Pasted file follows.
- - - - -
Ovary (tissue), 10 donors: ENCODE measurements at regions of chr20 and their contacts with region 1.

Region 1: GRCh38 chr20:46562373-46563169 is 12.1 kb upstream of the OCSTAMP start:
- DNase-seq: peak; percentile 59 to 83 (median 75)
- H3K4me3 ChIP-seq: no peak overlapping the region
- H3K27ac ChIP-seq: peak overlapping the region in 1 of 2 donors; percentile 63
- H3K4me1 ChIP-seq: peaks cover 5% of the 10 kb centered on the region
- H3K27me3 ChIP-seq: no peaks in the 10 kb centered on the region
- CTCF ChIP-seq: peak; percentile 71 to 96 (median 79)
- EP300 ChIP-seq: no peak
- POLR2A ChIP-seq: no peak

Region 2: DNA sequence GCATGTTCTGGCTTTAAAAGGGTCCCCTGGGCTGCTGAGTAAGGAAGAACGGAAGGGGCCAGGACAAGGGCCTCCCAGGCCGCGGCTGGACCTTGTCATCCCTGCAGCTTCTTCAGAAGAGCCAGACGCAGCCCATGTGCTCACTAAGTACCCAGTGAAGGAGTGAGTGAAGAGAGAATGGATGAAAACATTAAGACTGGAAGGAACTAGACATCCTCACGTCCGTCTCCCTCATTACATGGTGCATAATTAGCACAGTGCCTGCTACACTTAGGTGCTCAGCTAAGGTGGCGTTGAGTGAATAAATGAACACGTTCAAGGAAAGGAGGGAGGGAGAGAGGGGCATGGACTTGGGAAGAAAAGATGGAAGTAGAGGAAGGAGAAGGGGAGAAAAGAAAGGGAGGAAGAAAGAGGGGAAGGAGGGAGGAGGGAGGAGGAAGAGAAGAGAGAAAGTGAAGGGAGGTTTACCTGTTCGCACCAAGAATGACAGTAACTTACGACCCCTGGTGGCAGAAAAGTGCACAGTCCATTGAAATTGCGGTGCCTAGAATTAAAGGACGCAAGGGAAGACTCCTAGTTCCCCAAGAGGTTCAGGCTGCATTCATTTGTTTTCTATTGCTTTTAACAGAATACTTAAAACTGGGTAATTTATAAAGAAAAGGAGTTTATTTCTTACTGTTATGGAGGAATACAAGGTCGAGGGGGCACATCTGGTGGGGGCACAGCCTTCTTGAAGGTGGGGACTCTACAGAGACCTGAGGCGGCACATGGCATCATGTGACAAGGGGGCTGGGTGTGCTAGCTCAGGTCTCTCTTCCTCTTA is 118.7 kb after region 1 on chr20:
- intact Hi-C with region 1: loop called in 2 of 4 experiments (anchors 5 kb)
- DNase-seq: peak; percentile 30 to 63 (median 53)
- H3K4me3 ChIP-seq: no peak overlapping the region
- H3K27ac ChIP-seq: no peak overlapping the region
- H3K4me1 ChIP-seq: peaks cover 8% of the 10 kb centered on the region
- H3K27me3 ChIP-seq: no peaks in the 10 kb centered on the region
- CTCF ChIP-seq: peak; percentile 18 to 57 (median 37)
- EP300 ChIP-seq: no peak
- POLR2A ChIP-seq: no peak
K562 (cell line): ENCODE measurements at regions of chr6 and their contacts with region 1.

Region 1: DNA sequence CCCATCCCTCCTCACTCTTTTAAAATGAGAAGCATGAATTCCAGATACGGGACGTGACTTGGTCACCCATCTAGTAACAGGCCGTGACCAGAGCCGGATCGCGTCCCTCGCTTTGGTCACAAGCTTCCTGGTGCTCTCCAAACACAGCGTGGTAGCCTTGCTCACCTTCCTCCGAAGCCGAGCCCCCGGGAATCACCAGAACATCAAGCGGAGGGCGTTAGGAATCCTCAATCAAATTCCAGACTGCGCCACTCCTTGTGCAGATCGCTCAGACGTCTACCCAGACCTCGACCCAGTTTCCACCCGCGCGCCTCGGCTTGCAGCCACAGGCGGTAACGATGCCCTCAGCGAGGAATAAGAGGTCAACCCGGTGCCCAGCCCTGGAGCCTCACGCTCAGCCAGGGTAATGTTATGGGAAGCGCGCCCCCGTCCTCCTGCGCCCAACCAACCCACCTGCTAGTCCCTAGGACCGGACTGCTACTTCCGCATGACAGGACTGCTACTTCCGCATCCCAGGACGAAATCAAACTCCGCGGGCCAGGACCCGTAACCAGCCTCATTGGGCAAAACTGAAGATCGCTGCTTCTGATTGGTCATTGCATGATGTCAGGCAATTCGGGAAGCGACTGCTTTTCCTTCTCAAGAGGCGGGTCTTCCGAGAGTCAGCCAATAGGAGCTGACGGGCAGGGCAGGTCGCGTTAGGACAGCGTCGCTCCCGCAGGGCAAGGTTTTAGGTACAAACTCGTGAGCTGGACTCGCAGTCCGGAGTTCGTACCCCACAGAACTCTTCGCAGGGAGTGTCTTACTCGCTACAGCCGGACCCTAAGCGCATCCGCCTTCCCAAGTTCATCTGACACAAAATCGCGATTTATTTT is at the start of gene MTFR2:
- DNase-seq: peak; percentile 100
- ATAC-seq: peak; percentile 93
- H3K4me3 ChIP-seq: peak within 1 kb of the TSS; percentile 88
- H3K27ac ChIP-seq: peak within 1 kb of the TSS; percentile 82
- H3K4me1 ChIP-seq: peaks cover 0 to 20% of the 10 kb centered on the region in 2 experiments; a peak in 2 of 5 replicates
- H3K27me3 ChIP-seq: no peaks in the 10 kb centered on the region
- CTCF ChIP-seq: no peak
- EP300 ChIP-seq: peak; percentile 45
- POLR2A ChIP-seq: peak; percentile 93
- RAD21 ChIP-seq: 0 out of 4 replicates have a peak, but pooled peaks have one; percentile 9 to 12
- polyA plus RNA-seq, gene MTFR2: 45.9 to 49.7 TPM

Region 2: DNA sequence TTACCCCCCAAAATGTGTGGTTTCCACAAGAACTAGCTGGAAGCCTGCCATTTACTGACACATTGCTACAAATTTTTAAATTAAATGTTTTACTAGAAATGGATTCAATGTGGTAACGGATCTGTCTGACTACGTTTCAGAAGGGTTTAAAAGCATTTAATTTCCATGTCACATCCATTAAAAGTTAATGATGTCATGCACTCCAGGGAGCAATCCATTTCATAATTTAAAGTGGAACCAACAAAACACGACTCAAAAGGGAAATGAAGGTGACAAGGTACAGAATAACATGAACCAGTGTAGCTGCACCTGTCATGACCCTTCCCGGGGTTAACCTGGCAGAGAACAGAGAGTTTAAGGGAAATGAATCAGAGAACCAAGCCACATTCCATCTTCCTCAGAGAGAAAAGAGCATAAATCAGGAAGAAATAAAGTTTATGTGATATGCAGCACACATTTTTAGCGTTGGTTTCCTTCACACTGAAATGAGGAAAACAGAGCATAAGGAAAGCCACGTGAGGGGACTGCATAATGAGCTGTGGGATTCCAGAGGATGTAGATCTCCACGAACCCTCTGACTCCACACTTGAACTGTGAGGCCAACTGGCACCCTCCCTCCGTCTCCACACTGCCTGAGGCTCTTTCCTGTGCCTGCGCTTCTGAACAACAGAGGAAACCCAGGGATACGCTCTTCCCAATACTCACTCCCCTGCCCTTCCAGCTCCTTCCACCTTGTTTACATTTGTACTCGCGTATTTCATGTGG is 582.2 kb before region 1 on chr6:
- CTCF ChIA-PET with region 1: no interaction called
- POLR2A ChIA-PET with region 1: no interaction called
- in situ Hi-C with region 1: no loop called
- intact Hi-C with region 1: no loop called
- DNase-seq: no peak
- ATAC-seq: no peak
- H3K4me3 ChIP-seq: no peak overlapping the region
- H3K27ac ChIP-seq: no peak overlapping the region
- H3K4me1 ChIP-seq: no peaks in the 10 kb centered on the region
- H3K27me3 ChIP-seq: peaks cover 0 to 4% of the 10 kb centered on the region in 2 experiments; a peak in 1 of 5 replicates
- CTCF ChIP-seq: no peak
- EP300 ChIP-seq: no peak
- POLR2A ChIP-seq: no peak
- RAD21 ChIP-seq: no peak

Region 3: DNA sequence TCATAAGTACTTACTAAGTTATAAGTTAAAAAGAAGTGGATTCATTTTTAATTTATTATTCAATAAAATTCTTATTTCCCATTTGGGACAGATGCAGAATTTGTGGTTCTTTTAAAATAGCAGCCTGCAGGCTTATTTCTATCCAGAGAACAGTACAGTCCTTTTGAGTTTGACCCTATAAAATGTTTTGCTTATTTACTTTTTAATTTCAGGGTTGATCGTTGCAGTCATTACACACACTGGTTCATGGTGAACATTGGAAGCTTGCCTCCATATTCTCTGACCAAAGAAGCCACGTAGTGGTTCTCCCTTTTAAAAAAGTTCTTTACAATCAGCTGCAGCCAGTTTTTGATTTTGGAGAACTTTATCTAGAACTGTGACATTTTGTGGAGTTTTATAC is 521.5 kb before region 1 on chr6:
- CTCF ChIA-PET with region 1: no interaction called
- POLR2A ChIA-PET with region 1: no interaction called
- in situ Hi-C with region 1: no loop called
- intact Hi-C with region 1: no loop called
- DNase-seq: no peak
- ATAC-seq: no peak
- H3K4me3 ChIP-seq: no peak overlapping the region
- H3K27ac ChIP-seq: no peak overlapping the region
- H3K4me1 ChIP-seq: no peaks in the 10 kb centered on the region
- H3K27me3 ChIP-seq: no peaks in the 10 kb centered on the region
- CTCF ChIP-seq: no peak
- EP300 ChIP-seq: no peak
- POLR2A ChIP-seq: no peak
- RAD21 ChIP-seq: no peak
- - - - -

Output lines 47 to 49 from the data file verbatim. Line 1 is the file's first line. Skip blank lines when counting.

- POLR2A ChIP-seq: no peak
- RAD21 ChIP-seq: no peak

Region 3: DNA sequence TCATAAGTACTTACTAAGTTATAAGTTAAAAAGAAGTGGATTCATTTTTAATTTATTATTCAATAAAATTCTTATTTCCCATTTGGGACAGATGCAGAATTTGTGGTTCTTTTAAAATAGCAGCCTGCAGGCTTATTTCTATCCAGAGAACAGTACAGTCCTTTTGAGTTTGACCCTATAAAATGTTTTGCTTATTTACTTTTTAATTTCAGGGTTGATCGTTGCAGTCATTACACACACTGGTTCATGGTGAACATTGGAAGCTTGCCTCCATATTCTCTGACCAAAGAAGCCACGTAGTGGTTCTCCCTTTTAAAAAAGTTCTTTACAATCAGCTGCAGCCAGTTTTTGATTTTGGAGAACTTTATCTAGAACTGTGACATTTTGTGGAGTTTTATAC is 521.5 kb before region 1 on chr6: